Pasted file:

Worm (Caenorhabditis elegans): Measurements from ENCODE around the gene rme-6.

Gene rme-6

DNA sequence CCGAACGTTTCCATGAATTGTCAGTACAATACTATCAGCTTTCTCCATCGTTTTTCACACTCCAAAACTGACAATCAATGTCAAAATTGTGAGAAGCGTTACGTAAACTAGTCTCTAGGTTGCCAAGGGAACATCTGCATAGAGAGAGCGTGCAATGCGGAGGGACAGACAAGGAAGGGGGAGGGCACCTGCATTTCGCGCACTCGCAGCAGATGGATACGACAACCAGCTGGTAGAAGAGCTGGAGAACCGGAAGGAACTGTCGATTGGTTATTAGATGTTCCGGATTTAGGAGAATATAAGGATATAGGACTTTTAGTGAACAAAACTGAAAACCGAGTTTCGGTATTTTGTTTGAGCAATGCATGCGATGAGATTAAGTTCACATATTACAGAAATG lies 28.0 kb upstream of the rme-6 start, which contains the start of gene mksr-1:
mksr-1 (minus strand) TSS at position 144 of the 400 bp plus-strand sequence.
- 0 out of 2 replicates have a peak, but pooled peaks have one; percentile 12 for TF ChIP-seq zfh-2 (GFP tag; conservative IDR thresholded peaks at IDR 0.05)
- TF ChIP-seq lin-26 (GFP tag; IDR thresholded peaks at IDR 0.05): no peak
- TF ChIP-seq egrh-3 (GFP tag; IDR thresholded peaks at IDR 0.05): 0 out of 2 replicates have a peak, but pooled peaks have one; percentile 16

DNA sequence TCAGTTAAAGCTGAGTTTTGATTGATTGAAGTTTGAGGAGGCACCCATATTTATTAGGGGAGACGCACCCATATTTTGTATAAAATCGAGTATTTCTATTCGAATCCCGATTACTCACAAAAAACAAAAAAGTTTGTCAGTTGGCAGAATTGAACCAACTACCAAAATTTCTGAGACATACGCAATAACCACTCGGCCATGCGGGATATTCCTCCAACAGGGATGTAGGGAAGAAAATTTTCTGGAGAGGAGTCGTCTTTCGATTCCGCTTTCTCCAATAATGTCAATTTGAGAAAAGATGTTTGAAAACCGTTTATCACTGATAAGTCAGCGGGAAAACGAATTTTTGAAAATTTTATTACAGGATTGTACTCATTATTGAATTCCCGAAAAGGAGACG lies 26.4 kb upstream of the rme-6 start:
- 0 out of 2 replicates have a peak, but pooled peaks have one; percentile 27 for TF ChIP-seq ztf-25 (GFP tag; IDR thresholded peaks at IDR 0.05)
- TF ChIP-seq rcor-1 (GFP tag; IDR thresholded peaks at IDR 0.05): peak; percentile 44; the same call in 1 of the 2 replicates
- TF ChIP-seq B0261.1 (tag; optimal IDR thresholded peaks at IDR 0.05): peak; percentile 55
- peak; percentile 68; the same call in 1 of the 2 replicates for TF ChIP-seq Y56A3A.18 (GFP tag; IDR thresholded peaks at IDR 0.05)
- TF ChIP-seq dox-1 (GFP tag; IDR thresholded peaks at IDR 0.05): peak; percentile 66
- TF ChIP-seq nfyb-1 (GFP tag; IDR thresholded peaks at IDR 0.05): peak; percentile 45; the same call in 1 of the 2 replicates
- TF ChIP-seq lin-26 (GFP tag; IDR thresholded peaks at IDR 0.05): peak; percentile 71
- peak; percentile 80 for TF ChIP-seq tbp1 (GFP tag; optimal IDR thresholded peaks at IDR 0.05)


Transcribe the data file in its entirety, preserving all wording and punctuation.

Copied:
Worm (Caenorhabditis elegans): Measurements from ENCODE around the gene rme-6.

Gene rme-6

DNA sequence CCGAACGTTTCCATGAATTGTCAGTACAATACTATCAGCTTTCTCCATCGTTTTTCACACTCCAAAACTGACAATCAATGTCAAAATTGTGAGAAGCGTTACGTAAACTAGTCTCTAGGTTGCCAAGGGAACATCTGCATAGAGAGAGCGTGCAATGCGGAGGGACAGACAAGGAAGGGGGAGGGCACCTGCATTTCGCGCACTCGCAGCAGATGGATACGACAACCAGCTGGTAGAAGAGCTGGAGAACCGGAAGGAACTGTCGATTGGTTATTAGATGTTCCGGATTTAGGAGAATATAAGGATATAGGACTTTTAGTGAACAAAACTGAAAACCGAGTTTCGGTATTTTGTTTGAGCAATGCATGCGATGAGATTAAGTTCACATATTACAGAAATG lies 28.0 kb upstream of the rme-6 start, which contains the start of gene mksr-1:
mksr-1 (minus strand) TSS at position 144 of the 400 bp plus-strand sequence.
- 0 out of 2 replicates have a peak, but pooled peaks have one; percentile 12 for TF ChIP-seq zfh-2 (GFP tag; conservative IDR thresholded peaks at IDR 0.05)
- TF ChIP-seq lin-26 (GFP tag; IDR thresholded peaks at IDR 0.05): no peak
- TF ChIP-seq egrh-3 (GFP tag; IDR thresholded peaks at IDR 0.05): 0 out of 2 replicates have a peak, but pooled peaks have one; percentile 16

DNA sequence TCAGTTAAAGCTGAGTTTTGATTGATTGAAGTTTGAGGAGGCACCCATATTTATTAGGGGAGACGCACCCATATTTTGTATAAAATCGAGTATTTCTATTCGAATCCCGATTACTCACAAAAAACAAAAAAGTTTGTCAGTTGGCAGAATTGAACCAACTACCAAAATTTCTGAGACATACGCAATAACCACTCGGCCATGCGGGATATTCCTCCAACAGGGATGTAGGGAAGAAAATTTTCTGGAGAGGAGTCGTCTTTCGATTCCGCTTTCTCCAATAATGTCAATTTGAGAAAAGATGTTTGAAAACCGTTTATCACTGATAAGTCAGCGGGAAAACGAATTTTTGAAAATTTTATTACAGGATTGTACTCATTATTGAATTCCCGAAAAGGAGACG lies 26.4 kb upstream of the rme-6 start:
- 0 out of 2 replicates have a peak, but pooled peaks have one; percentile 27 for TF ChIP-seq ztf-25 (GFP tag; IDR thresholded peaks at IDR 0.05)
- TF ChIP-seq rcor-1 (GFP tag; IDR thresholded peaks at IDR 0.05): peak; percentile 44; the same call in 1 of the 2 replicates
- TF ChIP-seq B0261.1 (tag; optimal IDR thresholded peaks at IDR 0.05): peak; percentile 55
- peak; percentile 68; the same call in 1 of the 2 replicates for TF ChIP-seq Y56A3A.18 (GFP tag; IDR thresholded peaks at IDR 0.05)
- TF ChIP-seq dox-1 (GFP tag; IDR thresholded peaks at IDR 0.05): peak; percentile 66
- TF ChIP-seq nfyb-1 (GFP tag; IDR thresholded peaks at IDR 0.05): peak; percentile 45; the same call in 1 of the 2 replicates
- TF ChIP-seq lin-26 (GFP tag; IDR thresholded peaks at IDR 0.05): peak; percentile 71
- peak; percentile 80 for TF ChIP-seq tbp1 (GFP tag; optimal IDR thresholded peaks at IDR 0.05)